Wednesday, December 12, 2012
Margaret Maron's South
by Sandra Parshall
Every year, Margaret Maron’s latest Deborah Knott mystery is an automatic read for me. I don’t have to see reviews. I don’t have to know a thing about the plot. All that matters is that it’s a book about Judge Deborah Knott, who represents the modern South better than any character in current crime fiction.
I prefer that the books be set in Deborah’s home state of North Carolina or, failing that, another Southern state, so I wasn’t happy when I heard that Three-Day Town (2011) was set in New York City. I shouldn’t have worried. Deborah and her husband, Deputy Dwight Bryant, take the South with them wherever they go, and they’re the same people on the mean streets of New York as on the back roads of fictional Colleton County, NC. I’m glad they’re back home, though, in this year’s book, The Buzzard Table.
Authors tend toward two extremes when writing about the South. Some go for humor, playing up the eccentric Southern characters (especially the wacky women), the regional speech habits, and the quaint customs that linger from earlier times. Suspense and thriller writers see the South as a dark and dangerous place, steeped in stubborn prejudice, filled with corrupt politicians and ignorant savages straight out of Deliverance, a place where outsiders are resented and feared, where most people own guns and are quick to use them.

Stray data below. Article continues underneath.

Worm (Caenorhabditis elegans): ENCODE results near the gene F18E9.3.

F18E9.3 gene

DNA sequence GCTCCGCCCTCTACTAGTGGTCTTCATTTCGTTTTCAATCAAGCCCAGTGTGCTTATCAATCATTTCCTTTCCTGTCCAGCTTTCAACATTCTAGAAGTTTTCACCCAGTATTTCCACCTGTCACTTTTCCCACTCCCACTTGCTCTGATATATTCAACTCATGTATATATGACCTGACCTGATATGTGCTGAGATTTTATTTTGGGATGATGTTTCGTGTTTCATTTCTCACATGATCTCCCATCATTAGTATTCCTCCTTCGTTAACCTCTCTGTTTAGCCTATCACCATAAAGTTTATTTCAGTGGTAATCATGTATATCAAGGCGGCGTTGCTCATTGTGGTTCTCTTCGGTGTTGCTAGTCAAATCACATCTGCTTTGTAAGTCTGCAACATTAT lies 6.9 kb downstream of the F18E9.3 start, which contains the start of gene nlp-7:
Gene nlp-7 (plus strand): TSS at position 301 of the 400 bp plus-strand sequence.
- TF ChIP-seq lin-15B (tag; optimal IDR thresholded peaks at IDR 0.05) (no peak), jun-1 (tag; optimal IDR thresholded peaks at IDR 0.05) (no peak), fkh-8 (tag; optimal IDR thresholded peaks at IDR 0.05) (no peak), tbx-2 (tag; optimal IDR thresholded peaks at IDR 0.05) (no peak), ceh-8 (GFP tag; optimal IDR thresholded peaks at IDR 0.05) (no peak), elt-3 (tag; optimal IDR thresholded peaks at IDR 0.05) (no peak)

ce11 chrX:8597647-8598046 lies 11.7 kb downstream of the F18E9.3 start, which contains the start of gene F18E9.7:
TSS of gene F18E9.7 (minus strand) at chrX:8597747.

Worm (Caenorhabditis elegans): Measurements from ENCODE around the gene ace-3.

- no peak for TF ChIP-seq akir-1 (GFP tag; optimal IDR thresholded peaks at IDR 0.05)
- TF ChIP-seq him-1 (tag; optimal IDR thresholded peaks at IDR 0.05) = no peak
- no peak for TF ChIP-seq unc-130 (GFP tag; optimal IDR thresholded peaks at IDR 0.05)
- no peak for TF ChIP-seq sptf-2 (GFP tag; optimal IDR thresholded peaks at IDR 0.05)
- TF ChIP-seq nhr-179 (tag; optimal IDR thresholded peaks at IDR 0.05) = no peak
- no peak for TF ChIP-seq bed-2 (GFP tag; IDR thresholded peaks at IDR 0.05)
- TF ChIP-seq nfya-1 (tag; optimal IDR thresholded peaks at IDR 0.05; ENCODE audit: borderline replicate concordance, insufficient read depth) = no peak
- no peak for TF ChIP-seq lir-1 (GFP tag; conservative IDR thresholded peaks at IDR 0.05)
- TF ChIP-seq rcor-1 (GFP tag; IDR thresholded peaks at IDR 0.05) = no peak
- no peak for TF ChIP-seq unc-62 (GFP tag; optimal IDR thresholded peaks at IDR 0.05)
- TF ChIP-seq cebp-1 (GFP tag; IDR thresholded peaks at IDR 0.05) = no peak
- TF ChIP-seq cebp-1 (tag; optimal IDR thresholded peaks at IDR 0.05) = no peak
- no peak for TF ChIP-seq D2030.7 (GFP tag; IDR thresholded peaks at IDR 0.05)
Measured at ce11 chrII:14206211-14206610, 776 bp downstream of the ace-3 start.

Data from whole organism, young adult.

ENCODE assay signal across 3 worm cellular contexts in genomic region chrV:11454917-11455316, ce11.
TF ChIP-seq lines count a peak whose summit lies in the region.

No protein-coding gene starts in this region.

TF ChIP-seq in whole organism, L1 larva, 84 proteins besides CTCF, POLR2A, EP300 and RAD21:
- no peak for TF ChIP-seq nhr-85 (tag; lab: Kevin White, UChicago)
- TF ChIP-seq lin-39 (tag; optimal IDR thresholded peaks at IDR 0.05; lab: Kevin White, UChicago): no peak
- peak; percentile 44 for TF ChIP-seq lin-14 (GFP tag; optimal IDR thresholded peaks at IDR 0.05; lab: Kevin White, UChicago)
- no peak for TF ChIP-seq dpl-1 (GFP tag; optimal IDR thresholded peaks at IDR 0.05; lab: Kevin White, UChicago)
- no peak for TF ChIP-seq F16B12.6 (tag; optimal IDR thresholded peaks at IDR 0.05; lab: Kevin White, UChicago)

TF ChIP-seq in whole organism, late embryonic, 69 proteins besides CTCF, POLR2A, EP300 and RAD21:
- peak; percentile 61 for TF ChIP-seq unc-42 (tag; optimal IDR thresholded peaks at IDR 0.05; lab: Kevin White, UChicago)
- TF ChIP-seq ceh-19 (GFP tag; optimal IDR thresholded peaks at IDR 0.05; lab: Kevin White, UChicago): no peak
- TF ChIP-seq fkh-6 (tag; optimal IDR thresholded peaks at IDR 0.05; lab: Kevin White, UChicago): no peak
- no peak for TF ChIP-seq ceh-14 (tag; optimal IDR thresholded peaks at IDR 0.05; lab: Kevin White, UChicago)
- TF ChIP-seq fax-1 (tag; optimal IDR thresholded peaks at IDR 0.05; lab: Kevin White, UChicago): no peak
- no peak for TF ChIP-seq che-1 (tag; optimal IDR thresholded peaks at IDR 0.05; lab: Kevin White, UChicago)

All these elements can be found to a degree in the South, but it would be hard to find one place that fits either stereotype perfectly. Margaret Maron knows that today’s South, like any other part of the nation, is neither idyllic nor hellish.
Judge Deborah Knott is an educated professional woman who speaks with a Southern drawl and isn’t embarrassed by folksy colloquialisms. Nothing matters more to her than family, and she has a big one: eleven older brothers, their children and significant others, plus aunts and uncles and cousins. Her husband, Dwight, can act and sound like a classic good ol’ boy, but he’s a smart, honest cop who can’t be corrupted by racism, favoritism or payoffs.
Margaret Maron’s South has racists and poverty, but it also has educated black people in positions of influence. It has gays and northern transplants and drug problems and kids who drink and drive and sometimes die as a result. It has cell phones and internet service. Her South is changing with the times while trying to hold onto traditions that give the region its special flavor and charm. In that way, it’s no different from any other part of the country.
When I read a Margaret Maron novel, I know I’m getting an accurate picture of the real South she lives in and loves. Her books have a deep-in-the-bone authenticity that I find in few other novels set in the South.
Thank you, Margaret. You are a treasure.